Oncology Update: Histiocytic Disease
Central Toronto Veterinary Referral Clinic
Kevin Finora DVM, Diplomate ACVIM (Oncology and Small Animal Internal Medicine)
Histiocytic disease is a group of disorders for which our understanding is rapidly evolving. A lack of complete knowledge respecting etiology and pathogenesis has resulted in this group of diseases becoming a controversial area in veterinary oncology and pathology. Some degree of confusion surrounding this class of cancer is the result of the often changing and complex nomenclature used for each disease. Histiocytic disease can be divided into two groups based on cell of origin (dendritic cell and macrophage), as well as into reactive versus neoplastic. “Histiocytic” refers to cells of the monocyte/macrophage cell line.
There are 3 categories of histiocytic disease: Cutaneous Histiocytoma, Reactive Histiocytosis and Histiocytic Sarcoma.
Cutaneous Histiocytoma is a benign neoplasm commonly seen in young dogs, though it can appear in older dogs. Typically these lesions will spontaneously regress. They are tumours of epidermal origin involving the Langerhans cells.
Reactive Histiocytosis is divided into two groups: A) Cutaneous Histiocytosis and B) Systemic Histiocytosis. Both forms of Reactive Histiocytosis involve the non-neoplastic proliferation of activated interstitial dendritic cells. A) Cutaneous Histiocytosis is restricted to the skin only. This disease is benign and tends to be steroid responsive. In some situations, if steroid therapy fails, chemotherapy drugs are necessary to control the disease. Cutaneous Histiocytosis tends to wax and wane. The goals of treatment are to manage and control the disease and usually not to cure. Spontaneous regression has been reported, but is rare. B) Systemic Histiocytosis is similar to Cutaneous Histiocytosis but involves various regions, in addition to the skin. Mucous membranes and lymph nodes are common targets. Long-term treatment is needed and typically involves treatment with oral immunosuppressive drugs, such as cyclosporine. The treatment is prolonged, and the disease will wax and wane. In general this form of histiocytic disease is not thought to be fatal. However, due to difficulty in achieving adequate long-term control, many animals are eventually euthanized.
Histiocytic Sarcoma is the neoplastic form of histiocytic disease. Histiocytic Sarcoma exists in two forms, A) Localized Histiocytic Sarcoma and B) Disseminated Histiocytic Sarcoma. A) Localized Histiocytic Sarcoma originates from a single site (must be confirmed with appropriate staging). These tumours can usually be diagnosed by cytology. However histopathology is the gold standard. Immunohistochemistry can be useful in making the diagnosis as this tumour will be positive for CD18. The localized form may be amenable to surgery followed by chemotherapy. One study suggests a survival time of over 400 days is possible when Localized Histiocytic Sarcoma is treated with surgery and adjunctive chemotherapy. B) Disseminated Histiocytic Sarcoma (formerly known as malignant histiocytosis), is the most aggressive form of Histiocytic Sarcoma. This disease has multi-organ involvement (usually, spleen, liver and lungs) and is characterized by rapid progression. Diagnosis can be made by cytology. Histopathology and immunohistochemistry (also CD18 positive) remain the gold standard. This disease can be treated with chemotherapy with an expected survival time of 106 days. This disease is uniformly fatal.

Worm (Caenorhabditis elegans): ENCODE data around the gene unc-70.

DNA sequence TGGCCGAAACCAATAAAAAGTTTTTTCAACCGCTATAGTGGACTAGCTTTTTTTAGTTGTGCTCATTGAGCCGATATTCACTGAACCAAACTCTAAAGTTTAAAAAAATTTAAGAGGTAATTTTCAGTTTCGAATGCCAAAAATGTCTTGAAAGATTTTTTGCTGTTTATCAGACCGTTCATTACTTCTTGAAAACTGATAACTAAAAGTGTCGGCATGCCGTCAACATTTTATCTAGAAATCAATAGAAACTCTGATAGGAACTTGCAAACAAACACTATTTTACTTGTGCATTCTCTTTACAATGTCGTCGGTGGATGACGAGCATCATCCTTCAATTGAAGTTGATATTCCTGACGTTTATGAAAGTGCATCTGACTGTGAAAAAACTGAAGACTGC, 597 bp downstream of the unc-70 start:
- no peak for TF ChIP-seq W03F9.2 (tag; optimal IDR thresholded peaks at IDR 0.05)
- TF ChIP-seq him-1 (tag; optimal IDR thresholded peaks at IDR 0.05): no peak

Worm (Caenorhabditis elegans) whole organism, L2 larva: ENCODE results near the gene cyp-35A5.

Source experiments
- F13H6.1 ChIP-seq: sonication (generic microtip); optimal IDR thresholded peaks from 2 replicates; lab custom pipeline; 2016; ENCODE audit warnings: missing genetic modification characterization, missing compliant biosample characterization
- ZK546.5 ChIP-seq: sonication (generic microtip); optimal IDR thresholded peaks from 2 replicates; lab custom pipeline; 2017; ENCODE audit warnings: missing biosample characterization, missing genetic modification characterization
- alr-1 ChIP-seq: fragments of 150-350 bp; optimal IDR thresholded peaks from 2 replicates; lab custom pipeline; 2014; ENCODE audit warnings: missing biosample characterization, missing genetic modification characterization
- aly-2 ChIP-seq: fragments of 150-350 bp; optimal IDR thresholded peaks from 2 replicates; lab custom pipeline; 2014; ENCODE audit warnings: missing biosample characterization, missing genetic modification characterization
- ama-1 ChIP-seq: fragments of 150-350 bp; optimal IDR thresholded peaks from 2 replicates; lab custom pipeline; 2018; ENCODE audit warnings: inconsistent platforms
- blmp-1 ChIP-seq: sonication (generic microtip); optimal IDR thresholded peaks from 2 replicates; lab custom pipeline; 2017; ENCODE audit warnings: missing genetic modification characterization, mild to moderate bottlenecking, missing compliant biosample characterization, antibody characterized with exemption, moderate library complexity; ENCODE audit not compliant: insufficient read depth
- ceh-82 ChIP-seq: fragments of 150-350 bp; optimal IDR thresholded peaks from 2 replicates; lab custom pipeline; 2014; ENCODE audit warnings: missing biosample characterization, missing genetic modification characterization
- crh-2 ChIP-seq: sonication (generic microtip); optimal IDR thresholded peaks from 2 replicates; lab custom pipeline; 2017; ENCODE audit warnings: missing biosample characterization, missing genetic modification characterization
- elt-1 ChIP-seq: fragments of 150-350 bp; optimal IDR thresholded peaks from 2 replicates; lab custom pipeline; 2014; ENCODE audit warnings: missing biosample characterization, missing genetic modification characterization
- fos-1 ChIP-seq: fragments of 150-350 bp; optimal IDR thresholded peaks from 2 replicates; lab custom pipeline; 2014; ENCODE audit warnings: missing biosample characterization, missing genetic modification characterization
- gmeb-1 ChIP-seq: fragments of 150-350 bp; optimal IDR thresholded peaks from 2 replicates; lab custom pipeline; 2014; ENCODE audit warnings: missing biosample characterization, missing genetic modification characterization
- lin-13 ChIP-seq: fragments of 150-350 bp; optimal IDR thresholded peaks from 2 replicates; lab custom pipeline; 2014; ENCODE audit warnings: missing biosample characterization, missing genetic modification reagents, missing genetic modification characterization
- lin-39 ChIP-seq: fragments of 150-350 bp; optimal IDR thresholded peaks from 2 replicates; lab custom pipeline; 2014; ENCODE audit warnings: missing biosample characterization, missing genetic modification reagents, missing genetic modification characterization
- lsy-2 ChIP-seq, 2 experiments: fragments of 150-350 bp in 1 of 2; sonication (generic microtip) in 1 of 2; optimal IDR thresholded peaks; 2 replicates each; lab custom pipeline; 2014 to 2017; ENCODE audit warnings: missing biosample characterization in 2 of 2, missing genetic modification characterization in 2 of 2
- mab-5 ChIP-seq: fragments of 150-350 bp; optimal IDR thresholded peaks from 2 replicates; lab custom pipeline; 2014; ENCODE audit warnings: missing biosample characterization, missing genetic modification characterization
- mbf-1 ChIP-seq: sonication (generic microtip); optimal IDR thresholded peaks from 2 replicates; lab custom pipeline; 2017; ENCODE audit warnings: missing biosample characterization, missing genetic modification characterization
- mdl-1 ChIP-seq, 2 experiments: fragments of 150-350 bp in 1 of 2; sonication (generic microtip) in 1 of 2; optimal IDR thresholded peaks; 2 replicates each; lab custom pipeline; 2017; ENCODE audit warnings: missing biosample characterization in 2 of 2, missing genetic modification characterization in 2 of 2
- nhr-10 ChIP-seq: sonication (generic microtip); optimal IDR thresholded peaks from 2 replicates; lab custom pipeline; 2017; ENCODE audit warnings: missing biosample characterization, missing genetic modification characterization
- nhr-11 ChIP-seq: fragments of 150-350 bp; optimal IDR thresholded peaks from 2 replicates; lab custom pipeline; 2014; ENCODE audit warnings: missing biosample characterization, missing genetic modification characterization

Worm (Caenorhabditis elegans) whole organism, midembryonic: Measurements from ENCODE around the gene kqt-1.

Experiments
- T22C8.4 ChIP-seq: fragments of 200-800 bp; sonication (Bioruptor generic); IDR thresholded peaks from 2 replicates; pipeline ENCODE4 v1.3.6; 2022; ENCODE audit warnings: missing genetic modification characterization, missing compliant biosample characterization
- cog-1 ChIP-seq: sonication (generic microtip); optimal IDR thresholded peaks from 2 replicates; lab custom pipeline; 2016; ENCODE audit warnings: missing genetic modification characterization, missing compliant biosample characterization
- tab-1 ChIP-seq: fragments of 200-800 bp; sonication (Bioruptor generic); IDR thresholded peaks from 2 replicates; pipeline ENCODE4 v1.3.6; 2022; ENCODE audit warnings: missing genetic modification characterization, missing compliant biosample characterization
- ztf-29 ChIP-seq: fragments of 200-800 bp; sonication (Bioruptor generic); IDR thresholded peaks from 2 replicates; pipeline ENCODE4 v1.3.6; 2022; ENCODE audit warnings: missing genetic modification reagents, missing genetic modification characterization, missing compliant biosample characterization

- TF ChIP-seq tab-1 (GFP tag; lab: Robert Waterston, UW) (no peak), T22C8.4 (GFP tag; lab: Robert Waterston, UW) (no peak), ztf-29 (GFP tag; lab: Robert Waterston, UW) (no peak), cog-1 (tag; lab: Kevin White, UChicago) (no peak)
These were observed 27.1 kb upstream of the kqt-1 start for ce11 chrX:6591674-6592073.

Finally malignant fibrous histiocytoma is a group of tumours with histological features of fibroblasts and histiocytes. This disease is distinct from the general classification of histiocytic diseases mentioned above. They are localized to the subcutis and have a low metastatic rate. Despite their nomenclature, they are CD18 negative and are not believed to be of true histiocytic origin. They are best thought of as a type of mesenchymal sarcoma similar to fibrosarcoma. They can be treated with methods of local control. They are not thought to be very chemotherapy responsive.
Dr. Kevin Finora is a Board Certified Oncologist and Small Animal Internist who is part of the Healthcare Team at the Central Toronto Veterinary Referral Clinic. He is available for referrals and consultations Monday to Thursday (including Monday and Tuesday evenings). Please contact him with any oncology questions or concerns.
Posted by: Michael Goldstein, DVM, Diplomate ACVIM
Categorised as: Oncology
Subscribe to new posts: RSS